The latest Hudson Review has dropped into my mailbox, and along with writing by William H. Pritchard, Zara Raab, David Mason, and others, there's an essay called "My Race Sees Me," in which I talk about three African-American poets: Marcus Wicker, Cameron Barnett, and Evie Shockley. It begins like this:
I once attended a debate between two distinguished poets, both women, who were to dispute whether one wrote as a woman poet, or as a poet who happened to be a woman. I don’t recall who won, but perhaps that’s less important than the fact of the debate itself: it indicates how, if one is not from a dominant group, the question of identity can’t be taken for granted: even if one wants to shunt it aside and write of other things, one often feels compelled to make a case for doing so. If that can be true of women, even several generations into feminism’s transformation of the world, it is even truer for African-American writers—especially in a time when police violence against black people in America has become more visible than ever. 2017 may have been an especially difficult year for people of color in America, but, as recent books by Evie Shockley, Marcus Wicker, and Cameron Barnett make plain, it has also been an outstanding year for African-American poetry.Evie Shockley’s third book of poetry, semiautomatic, certainly addresses issues of African-American identity and the racially charged political urgencies of our time, even as the poems refuse to be limited to such issues. The book is notable not only for the way it navigates questions of identity and politics, but for the variety and virtuosity of its use of form. Form, for Shockley, begins with music. How couldn’t it? The daughter of a jazz musician, she grew up in Nashville, in a part of town where, she says, there were “churches on two out of every four corners” and where one could come to believe that “any six or seven people with vocal chords could produce four-part harmony at the drop of a dime.” “My relation to poetry was shaped,” she says, “by the jump-rope and hand-game songs the girls in my neighborhood sang.” These sounds, along with Mother Goose and Ogden Nash, worked their way into the deep recesses of her mind, and find their way into her poetry, even as she explores a wide range of formal possibilities. In semiautomatic we find poems that show considerable agility with traditional forms like the Spenserian stanza, as well as innovations with rhymes and refrains, such as “a-lyrical ballad (or, how America reminds us of the value of family),” which tells the story of race-based murder in America from the days of midcentury lynchings through the deaths of Sandra Bland, Trayvon Martin, and various victims of contemporary police violence. It opens with three stanzas on Emmett Till, the form of which (rhymes of xAA//xx//BB) repeats throughout the poem, along with the insistent refrain italicized refrain that ends each section:he was a boy from chicago, in mississippi heat,being as bad as a good boy could be,whistling his eyeful of an off-limits she,and her menfolk dragged him out of bed, beat him to death, tieda cotton gin to his body, and sank him in the tallahatchie river.it was three days before the remains were retrieved.and the family grieved ~ o ~ the black family grievedSuch grieving, Shockley implies, is the harsh and lamentable method by which our country has taught, and continues to teach African-Americans the value of family.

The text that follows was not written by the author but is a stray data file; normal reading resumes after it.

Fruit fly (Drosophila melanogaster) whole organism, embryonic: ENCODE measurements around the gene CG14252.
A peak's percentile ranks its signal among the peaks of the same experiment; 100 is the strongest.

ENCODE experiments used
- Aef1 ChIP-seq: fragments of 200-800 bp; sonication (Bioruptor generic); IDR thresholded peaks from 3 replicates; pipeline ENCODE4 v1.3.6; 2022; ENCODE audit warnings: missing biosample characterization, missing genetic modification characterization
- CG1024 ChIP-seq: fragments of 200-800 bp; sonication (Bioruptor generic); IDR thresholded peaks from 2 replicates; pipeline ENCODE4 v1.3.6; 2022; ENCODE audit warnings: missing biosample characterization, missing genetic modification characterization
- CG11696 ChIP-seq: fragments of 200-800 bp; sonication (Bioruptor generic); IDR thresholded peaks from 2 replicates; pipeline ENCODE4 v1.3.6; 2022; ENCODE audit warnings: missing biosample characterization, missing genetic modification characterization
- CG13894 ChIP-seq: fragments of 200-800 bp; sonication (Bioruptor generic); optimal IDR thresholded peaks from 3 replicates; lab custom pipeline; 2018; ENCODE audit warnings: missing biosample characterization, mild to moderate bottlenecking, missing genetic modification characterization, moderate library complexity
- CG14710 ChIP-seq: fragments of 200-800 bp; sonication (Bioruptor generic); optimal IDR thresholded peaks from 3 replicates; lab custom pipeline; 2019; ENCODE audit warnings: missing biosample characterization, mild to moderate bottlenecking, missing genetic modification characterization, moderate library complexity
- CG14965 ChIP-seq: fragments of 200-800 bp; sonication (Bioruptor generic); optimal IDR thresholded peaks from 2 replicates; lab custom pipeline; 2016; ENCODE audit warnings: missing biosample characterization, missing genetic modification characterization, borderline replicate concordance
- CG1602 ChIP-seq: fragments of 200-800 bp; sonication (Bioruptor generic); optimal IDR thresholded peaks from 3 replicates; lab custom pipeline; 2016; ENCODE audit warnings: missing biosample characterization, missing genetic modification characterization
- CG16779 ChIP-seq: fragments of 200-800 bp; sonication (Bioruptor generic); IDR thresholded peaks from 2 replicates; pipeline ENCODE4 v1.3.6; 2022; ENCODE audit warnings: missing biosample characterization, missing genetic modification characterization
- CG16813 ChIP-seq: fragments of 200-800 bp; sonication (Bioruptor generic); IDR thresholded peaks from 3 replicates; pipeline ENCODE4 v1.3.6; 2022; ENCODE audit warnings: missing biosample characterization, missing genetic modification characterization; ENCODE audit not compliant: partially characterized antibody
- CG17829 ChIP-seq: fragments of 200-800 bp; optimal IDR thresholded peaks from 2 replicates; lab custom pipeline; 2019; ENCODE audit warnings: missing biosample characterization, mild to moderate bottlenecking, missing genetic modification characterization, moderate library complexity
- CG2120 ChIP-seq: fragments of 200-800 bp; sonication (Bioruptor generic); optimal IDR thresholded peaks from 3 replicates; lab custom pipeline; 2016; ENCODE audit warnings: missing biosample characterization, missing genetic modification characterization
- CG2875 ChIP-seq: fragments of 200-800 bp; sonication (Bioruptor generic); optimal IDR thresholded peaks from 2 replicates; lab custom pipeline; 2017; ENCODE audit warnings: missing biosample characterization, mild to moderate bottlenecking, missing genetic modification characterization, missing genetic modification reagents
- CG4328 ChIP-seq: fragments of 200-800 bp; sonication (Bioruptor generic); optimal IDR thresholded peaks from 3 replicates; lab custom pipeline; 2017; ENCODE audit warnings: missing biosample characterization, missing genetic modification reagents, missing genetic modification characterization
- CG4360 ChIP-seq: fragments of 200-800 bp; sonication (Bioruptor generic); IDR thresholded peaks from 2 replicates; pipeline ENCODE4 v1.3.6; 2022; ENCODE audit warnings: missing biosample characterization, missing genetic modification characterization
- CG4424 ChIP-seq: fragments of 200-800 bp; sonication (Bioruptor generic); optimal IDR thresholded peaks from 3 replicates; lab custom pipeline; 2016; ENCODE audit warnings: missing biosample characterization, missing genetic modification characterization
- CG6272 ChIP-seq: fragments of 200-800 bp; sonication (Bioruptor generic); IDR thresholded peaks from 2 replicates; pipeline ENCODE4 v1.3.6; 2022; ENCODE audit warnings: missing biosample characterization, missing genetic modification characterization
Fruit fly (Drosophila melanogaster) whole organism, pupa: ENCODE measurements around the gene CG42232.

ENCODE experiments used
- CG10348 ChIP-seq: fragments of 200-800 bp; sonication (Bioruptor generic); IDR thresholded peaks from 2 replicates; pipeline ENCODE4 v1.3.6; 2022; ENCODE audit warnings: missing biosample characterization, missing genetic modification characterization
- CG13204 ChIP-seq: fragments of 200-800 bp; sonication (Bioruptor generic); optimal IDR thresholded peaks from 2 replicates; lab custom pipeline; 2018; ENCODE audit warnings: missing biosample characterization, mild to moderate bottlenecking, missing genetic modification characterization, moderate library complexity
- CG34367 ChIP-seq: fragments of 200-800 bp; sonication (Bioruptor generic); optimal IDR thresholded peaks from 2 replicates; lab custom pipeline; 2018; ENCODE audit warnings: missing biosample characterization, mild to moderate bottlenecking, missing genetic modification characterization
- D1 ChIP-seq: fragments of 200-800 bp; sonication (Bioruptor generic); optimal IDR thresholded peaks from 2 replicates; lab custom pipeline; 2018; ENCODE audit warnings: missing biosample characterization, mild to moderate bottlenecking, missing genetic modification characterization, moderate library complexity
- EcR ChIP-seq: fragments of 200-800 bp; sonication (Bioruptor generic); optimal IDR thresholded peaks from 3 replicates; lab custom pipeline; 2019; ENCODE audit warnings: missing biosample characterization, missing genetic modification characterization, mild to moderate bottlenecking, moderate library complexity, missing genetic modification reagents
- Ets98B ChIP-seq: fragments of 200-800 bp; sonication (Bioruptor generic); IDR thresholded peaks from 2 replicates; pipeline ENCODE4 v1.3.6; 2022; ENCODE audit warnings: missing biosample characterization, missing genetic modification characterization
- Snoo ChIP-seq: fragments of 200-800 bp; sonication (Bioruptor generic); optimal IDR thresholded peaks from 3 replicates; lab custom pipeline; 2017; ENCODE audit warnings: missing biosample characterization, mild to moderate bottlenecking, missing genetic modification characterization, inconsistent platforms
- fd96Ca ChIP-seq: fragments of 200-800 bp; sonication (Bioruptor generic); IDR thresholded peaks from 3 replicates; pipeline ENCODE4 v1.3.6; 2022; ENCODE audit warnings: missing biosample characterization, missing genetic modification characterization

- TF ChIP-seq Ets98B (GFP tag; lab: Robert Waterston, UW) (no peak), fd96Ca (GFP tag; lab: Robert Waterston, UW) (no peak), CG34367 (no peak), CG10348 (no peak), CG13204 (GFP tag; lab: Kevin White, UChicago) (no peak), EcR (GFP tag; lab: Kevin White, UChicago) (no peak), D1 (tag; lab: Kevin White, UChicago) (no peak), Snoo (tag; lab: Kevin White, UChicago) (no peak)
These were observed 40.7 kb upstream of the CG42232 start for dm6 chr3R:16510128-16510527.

The full text is available here.